Markets

China Coronavirus fears hit equity markets

China Coronavirus Fears Hit Equity Markets

Christian Gattiker (Julius Baer) | Investors seeking protections may consider stocks in the healthcare and internet space, which are less exposed. However, more importantly, the recent outbreak does not change our medium- and long-term constructive view on Chinese equities. We are inclined to buy on weakness in the equity market at this stage.






christine lagarde

Further easing plans should remain parked in the next ECB communication

Olivia Álvarez (Monex Europe) |  The ECB will host its first 2020 monetary policy meeting next Thursday 23rd. The event is unlikely to bring any changes over policy tools after the accommodative package introduced in September, but rather, it could turn the attention towards any changes in the economic outlook facing the Eurozone and the strategic review vowed by new chief Christine Lagarde.


European Rates Watch: Three scenarios for 2020

BofA| We present three scenarios for the ECB’s balance sheet in 2020 based on TLTROs and APP projections. At the top end, we estimate the ECB’s balance sheet to reach a record high; at the bottom end, we estimate a small decline. Banks’ interest in TLTRO III would be crucial in determining the actual outcome.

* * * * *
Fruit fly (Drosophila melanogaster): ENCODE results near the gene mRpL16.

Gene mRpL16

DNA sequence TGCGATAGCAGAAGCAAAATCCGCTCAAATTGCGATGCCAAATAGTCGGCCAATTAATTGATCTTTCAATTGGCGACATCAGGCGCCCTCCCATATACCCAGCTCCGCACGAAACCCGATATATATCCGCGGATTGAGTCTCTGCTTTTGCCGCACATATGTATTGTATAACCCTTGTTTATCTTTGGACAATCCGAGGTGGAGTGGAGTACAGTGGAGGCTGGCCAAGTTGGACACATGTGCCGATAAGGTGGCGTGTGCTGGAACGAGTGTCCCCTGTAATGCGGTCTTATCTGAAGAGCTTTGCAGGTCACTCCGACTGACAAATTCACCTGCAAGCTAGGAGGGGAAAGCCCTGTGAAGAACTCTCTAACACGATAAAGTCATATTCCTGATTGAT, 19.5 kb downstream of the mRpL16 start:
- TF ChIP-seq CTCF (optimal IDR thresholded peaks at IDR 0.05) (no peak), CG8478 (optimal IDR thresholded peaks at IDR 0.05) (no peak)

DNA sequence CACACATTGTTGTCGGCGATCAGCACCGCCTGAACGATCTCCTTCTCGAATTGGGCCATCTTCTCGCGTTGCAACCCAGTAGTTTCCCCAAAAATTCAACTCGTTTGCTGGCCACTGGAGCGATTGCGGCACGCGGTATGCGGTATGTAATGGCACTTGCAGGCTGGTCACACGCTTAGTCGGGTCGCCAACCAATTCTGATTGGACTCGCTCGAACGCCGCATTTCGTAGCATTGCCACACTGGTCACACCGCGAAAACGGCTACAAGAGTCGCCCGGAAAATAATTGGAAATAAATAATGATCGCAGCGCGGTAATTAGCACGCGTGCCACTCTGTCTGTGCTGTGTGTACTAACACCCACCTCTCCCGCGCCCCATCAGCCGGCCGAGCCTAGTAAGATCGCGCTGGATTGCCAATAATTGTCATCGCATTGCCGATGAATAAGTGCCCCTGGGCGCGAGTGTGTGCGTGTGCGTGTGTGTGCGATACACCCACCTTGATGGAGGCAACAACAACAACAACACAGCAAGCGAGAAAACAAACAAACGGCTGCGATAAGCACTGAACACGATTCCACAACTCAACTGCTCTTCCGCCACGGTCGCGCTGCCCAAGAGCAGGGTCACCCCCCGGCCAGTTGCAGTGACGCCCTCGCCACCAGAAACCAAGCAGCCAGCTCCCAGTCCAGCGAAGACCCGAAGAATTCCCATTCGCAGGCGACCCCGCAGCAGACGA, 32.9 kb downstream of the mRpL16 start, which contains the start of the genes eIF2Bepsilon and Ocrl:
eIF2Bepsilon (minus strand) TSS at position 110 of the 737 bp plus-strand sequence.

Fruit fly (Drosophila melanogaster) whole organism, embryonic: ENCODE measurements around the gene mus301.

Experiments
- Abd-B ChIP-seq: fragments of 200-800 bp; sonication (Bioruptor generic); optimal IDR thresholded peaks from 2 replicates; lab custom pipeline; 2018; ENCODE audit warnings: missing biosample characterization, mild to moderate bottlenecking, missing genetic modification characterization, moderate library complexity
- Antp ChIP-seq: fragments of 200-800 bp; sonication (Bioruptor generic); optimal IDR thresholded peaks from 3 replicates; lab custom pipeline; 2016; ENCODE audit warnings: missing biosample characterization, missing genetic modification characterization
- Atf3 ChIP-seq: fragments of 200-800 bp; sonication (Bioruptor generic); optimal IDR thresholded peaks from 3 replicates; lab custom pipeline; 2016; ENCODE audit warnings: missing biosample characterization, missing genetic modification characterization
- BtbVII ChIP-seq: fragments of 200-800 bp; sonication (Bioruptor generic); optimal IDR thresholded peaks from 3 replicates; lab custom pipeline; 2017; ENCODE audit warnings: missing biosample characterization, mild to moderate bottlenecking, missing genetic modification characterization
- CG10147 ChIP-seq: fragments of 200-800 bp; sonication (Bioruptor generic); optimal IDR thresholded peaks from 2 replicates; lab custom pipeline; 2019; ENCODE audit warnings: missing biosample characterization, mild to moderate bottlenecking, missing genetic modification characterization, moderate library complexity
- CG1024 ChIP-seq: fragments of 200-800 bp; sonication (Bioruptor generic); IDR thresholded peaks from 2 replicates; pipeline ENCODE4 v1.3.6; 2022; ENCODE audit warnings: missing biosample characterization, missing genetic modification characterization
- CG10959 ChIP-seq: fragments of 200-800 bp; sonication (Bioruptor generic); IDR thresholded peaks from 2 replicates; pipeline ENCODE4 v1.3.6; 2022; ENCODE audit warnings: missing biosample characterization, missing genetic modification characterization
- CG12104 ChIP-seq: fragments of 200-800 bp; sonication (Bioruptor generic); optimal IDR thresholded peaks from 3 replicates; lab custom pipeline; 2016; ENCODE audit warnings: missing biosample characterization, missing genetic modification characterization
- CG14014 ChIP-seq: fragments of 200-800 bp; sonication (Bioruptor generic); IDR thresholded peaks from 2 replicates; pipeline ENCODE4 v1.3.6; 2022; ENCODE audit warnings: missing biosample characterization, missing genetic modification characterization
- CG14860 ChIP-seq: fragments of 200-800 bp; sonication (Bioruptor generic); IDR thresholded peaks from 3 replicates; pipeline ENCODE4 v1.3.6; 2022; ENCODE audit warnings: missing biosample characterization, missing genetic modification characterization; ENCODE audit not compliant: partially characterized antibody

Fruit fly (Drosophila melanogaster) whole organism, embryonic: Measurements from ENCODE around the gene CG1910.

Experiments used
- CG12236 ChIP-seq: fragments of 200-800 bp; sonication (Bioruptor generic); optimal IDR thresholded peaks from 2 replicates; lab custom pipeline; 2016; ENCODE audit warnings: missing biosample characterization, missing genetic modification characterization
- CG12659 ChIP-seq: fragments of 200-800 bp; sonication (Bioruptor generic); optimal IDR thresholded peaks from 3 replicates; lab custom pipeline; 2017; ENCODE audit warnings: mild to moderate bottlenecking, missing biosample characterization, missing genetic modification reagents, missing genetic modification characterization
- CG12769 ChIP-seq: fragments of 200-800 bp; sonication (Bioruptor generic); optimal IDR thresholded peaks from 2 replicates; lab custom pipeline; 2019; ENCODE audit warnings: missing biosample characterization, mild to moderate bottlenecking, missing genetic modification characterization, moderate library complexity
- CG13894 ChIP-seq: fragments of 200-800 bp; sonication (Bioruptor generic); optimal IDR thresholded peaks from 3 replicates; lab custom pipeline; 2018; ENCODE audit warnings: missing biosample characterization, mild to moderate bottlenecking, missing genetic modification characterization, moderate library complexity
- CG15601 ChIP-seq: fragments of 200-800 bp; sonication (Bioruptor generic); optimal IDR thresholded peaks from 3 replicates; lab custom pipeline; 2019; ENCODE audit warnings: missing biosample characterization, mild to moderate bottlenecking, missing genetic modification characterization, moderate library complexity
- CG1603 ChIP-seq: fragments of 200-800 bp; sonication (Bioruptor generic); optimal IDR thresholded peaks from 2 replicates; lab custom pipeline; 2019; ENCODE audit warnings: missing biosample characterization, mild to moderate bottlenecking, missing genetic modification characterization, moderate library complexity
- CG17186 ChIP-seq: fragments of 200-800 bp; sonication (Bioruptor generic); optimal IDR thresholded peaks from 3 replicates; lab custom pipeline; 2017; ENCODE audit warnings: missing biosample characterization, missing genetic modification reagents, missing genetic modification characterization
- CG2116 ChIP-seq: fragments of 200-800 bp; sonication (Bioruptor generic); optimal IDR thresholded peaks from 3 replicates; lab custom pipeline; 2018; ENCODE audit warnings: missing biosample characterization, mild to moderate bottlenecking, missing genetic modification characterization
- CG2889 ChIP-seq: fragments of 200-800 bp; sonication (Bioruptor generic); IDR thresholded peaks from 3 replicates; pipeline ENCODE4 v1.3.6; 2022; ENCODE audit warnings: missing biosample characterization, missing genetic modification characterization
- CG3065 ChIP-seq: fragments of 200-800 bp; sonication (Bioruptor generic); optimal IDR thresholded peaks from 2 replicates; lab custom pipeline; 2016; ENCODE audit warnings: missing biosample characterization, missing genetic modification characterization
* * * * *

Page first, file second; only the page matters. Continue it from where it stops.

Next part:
2020 dividends: European companies will offer another record year for investors

CdM | Allianz Global Investors expects dividend payments of approximately 359 billion euros from European companies in 2020. This sum exceeds the 2019 record by 3.6% (12 bn euros). Dividends have contributed an average of 38% to the performance of European equities since 1974. On the contrary, 60% of government bonds in the euro zone have a negative nominal return.


Subprime risks are back

DWS | Once again, strange things begin to happen in the subprime (that is, higher risk) segment of the US consumer loan market. We can see it, without going any further, in the delinquency rates of credit card balances held by thousands of small US commercial banks. Since autumn 2016, the percentage of delinquent loans (defined as loans with overdue balances for thirty days or more that continue to accrue interest) among these banks has doubled to approximately 6%, a figure higher than the levels reached during the financial crisis 2008. On the contrary, the loan books linked to credit cards of the one hundred largest banks are much more healthy.